Spinning Honey

Honey coming out of the extractor into a bucket lined with a mesh paint strainer to remove all bee parts

Big Event

It happens every Fall – honey extraction! After babying the bees, feeding, monitoring, re-queening, splitting, and just plain worrying about them, now is the moment of truth.  How much honey did they deposit in the combs for me to rob from them? I won’t leave you in suspense – I extracted 35 pounds from one of my three hives. Two were Nucs and one was a package. Go to A Bee Nuc or Package to see the difference and advantages.

Bee package which includes a queen and 12,000 to 15, 000 bees as a starter

Bee package which includes a queen and 12,000 to 15, 000 bees as a starter

I started out with 3 hives this season – one Nuc swarmed and the other two did fine, humming along with our wet weather bringing on a constant supply of nectar. It is always an anti-climax when we finally remove and extract – kind of like Christmas – lots of build up and anticipation, and then it is over very quickly and we are mopping up the mess.

Installing a package in the spring

Installing a package in the spring

Extracting

After removing the bees, see Robbing the Bees-A Honey of a Day to see how to do this tricky part, we are ready to spin out the honey.

A perfect capped frame of honey

A perfect capped frame of honey

To remove the wax coverings, a heated knife is used to melt away the wax and a fork that looks like a hair pick is used to further open up the cells so that the honey can be flung out.

Using an uncapping fork to remove wax covering

Using an uncapping fork to remove wax covering

Think of a large metal trash can with wire shelves inside that spin around and you have an honey extractor.   A motor attached will turn on the merry-go-round inside, flinging the honey deposited in the cells onto the side of the trash can, dripping down to the bottom where it will exit through a gate valve into a mesh sieve for bee parts and then into a collection bucket.

The wax cappings are very tasty and we dive right in and start snacking.  Grabbing a dollop of warm fresh honey comb that is dripping with honey  is luscious!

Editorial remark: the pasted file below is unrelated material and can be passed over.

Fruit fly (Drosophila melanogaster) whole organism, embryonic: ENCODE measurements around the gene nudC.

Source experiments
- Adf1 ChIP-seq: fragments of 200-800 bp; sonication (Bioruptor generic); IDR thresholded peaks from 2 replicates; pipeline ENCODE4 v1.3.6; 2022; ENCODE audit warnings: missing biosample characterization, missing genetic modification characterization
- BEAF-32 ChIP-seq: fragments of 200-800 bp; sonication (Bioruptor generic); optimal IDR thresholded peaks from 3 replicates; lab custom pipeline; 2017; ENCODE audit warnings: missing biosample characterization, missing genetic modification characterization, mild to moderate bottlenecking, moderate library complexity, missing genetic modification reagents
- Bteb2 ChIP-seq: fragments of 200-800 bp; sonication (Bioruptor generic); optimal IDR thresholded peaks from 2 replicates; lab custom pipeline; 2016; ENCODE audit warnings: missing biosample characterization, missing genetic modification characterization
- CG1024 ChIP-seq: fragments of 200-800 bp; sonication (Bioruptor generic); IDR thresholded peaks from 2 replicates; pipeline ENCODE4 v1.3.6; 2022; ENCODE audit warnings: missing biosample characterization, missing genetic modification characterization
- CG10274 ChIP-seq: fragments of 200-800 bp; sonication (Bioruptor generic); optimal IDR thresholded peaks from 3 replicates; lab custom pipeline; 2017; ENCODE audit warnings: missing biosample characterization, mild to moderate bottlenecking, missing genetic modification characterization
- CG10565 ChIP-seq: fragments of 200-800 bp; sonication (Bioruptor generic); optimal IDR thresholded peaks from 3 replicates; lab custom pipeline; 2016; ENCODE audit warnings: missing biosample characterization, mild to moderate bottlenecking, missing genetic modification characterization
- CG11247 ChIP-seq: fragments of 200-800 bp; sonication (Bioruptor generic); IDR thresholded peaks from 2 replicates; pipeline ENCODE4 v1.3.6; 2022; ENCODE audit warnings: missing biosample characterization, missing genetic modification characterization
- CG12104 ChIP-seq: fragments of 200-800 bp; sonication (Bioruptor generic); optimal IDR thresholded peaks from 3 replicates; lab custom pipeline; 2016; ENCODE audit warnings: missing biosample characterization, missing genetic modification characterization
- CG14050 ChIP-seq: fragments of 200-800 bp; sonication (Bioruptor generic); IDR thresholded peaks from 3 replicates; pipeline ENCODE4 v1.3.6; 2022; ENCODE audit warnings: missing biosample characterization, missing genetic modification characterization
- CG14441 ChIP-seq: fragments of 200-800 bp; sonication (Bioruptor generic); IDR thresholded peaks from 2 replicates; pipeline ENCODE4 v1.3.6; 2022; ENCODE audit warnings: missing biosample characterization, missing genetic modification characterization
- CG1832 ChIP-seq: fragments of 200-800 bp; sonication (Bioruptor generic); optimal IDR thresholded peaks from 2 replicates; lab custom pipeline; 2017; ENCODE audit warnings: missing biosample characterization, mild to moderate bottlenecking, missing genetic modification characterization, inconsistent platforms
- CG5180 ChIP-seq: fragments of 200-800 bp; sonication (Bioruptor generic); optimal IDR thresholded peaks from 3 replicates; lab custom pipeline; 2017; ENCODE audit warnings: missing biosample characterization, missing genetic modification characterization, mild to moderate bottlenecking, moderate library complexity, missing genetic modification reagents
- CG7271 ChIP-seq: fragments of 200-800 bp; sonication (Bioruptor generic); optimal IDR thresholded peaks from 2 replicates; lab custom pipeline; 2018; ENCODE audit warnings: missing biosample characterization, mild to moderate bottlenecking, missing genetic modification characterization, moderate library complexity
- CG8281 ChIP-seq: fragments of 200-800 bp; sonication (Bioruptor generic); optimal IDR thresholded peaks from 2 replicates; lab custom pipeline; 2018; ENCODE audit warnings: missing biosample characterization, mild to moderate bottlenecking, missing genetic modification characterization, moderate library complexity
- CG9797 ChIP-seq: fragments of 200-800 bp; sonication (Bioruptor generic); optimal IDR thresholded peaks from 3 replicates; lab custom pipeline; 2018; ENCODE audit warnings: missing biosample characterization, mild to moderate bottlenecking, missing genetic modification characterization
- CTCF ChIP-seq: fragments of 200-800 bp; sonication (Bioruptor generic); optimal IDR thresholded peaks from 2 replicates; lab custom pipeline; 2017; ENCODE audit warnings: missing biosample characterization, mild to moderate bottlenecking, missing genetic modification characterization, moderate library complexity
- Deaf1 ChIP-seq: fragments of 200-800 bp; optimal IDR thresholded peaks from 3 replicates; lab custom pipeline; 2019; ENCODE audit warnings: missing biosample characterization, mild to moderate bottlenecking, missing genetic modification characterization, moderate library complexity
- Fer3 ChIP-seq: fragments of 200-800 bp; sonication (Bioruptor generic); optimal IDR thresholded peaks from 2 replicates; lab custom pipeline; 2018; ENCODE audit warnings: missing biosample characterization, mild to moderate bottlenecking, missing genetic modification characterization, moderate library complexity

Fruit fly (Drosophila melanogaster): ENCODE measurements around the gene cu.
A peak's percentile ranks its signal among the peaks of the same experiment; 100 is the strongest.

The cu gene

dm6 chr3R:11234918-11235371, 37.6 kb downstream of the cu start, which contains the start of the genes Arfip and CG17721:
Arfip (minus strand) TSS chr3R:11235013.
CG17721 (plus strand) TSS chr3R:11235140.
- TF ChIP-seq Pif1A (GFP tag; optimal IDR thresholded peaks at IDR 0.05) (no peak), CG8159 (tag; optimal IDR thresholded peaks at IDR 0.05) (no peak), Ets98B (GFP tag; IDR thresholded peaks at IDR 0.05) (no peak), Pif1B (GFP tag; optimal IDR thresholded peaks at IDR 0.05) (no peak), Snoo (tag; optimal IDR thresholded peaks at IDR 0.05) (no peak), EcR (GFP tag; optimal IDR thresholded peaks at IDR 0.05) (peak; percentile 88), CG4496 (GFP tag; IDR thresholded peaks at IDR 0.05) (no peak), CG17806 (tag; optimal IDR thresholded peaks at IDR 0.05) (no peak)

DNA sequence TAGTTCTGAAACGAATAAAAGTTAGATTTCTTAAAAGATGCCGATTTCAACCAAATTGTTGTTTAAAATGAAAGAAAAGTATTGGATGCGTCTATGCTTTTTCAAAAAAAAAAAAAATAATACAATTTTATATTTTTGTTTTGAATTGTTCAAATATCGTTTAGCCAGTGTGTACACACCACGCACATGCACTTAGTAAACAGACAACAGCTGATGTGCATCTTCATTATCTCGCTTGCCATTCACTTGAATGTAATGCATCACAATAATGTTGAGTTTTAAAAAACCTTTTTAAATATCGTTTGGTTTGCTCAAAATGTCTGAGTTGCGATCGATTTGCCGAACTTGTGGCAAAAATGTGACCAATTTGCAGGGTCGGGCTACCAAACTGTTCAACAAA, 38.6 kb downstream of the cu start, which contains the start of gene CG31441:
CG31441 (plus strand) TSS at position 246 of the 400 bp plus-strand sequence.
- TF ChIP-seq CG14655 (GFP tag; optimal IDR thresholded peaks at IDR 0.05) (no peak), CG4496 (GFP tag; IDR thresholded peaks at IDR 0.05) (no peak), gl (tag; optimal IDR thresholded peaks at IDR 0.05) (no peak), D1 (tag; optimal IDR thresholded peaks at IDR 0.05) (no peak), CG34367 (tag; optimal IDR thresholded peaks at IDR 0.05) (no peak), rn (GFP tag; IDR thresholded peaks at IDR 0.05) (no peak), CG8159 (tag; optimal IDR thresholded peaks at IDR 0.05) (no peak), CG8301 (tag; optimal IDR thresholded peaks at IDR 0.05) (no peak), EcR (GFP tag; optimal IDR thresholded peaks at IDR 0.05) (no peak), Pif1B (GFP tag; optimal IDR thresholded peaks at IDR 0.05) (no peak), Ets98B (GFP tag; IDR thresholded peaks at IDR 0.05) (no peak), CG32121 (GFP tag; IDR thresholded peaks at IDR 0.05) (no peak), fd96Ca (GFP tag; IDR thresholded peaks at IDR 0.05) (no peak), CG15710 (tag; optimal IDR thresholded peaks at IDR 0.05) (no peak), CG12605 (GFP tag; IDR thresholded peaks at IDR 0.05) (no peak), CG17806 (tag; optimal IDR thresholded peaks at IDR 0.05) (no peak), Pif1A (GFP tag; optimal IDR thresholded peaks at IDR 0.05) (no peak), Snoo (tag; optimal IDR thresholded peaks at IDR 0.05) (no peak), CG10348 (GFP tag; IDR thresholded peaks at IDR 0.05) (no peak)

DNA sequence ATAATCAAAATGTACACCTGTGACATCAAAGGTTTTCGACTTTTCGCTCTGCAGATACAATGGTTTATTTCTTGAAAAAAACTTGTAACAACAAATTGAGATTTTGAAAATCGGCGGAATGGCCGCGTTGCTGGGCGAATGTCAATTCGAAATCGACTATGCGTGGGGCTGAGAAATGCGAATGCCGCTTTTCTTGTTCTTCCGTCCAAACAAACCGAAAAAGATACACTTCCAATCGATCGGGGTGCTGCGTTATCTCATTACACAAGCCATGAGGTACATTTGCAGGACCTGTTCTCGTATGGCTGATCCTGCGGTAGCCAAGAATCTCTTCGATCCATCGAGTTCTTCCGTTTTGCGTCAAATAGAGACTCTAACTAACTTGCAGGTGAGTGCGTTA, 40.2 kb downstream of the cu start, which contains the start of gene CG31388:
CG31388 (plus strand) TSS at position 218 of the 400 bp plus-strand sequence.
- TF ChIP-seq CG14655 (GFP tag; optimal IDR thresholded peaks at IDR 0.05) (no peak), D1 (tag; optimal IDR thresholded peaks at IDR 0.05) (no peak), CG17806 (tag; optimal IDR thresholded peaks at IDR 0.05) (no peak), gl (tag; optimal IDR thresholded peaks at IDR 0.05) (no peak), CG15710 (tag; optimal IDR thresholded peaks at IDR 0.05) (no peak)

Wax cappings full of honey

Wax cappings full of honey

 Aftermath

Once the honey is all extracted, I take the frames and set them up in front of the hives so the bees can wring every last drop of honey from them. The bees, once they discover the free honey, go crazy and buzz around the yard.  I am sure to not have guests over when this happens as it can be quite unnerving if you are afraid of bees!

We set up the extractor and all the tools in front of the hives also so the bees can finish cleaning. The wax cappings are set out along with everything else for the bees to clean, and then I take the wax in to process in preparation for making beeswax soap and candles. Go to Beeswax-Honeybee Gift to see how I process and use beeswax.

2 lb block of beeswax

2 lb block of beeswax

 Giving the honey a few days to settle, I start bottling the honey when the weather is still warm, over 75 degrees. If honey gets too cold, it won’t flow properly into my jars.

Bottled honey

Bottled honey

 

 

About thegardendiaries

Claire Jones is a landscape and floral designer and owner of Claire Jones Landscapes, LLC. She designs and helps people to create their own personal outdoor oasis and loves to write about her gardening failures and successes.
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11 Responses to Spinning Honey

  1. Claire Splan says:

    Wow, Claire! I had no idea you were a beekeeper too! Thanks for the peek into the process–it’s fascinating!

    Like

  2. Okay, I learned lots about honey from just this post. That’s a lot of honey from one hive! Thanks for sharing.

    Like

  3. leigh628 says:

    Fascinating…wish I could do that with you…if you ever need a helper, please call me!

    Like

  4. You have to be prepared to get stung!!

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  5. DC Tropics says:

    Hmmm, someday I’ll have to blog about my experience working in a honeybee research lab. Not my most pleasant job!

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  6. That was quite a lesson. Thank you.

    Like

  7. Honey joy! Congratulations on a beautiful harvest! 🙂

    Liked by 1 person

  8. Pingback: Build the Buzz-Beekeeping Revolution | The Garden Diaries

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